Within a 24-hour span earlier this week, over 50,000 tickets were sold for a potential neutral-site AFC Championship at Mercedes-Benz Stadium in Atlanta. Of course, that would only come to fruition if the teams playing are Buffalo and Kansas City, needing wins over Jacksonville and Cincinnati, respectively, to advance to next week’s conference title game. This would come as a peace offering to the Bills, who finished with a lower winning percentage than the Chiefs but also played one fewer game, never resuming their Week 17 matchup at Cincinnati due to Damar Hamlin’s medical emergency.
This contingency plan obviously came under unprecedented circumstances, though, as evidenced by what’s been described as “extraordinary demand,” the novelty of a neutral-site conference championship has fans intrigued. While next week’s game, if it’s held in Atlanta, could prove to be an outlier, Browns beat reporter Daryl Ruiter of 92.3 The Fan theorized that the NFL could be launching this as a trial balloon of sorts, an experiment to determine the feasibility of making this an annual occurrence.
It's hard not to be cynical about the NFL and its ulterior motives, somehow spinning an unconscionable tragedy (a player almost dying on the field) into a clever marketing ploy. We all know capitalism never sleeps and if the NFL can make a neutral-site semifinal game in Atlanta profitable, touting Bills/Chiefs as a mini-Super Bowl between two of the league’s elite quarterbacks (Josh Allen and Patrick Mahomes), why wouldn’t they? Just think of the untapped potential, having cities and stadiums jockey for hosting bids with networks waging a similar battle for broadcast rights. Wherever he is, commissioner Roger Goodell must be kicking himself right now, furious he didn’t think of this sooner.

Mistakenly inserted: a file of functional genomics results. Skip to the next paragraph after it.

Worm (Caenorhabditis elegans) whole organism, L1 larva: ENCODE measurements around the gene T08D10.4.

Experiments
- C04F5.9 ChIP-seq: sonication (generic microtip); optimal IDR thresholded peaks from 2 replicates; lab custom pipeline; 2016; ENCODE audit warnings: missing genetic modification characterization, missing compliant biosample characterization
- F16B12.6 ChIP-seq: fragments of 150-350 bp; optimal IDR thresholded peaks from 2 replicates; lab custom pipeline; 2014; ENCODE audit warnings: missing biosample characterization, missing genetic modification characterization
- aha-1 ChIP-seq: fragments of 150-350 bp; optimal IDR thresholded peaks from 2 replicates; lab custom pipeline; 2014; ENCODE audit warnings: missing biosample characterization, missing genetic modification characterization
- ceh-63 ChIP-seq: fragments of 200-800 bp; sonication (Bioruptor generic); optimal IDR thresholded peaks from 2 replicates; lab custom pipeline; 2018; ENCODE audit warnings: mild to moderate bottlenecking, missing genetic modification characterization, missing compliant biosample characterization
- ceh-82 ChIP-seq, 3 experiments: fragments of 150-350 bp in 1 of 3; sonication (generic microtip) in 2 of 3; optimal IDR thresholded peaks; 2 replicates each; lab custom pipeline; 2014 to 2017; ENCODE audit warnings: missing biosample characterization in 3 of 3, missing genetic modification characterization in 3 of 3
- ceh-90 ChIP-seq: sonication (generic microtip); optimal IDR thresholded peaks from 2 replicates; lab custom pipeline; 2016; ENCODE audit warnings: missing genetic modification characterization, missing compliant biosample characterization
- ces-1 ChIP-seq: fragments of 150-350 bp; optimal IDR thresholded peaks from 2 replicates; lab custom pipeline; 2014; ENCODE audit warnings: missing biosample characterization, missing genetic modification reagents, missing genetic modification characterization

It seems almost inevitable, a foregone conclusion for a league that, for all its corruption and moral compromises, continues to make money hand over fist, expertly mining new revenue sources for enormous profit. Of course, not everyone will be on board with neutral-site conference championships. While the Super Bowl may reign supreme as an unmatched entertainment spectacle and a touchstone of American pop culture, it’s far from the best fan atmosphere, a neutered, watered-down version of the passion and excitement of a home crowd living and dying by every play. Perennial contenders like the Chiefs would also cry foul, not only losing the homefield advantage they worked so hard for during the regular season, but also forfeiting millions in ticket revenue, merchandise, parking and stadium concessions, not to mention how highly-anticipated playoff games impact the local economy (hotels, restaurants, etc).
Traditionalists would hate it with every fiber of their being, but when has that ever stopped the NFL from making a buck? The reality is, it doesn’t much matter, because wherever the NFL goes, whether it’s staging a Thursday night game on Amazon or a 9:30 AM kickoff in London, money is sure to follow.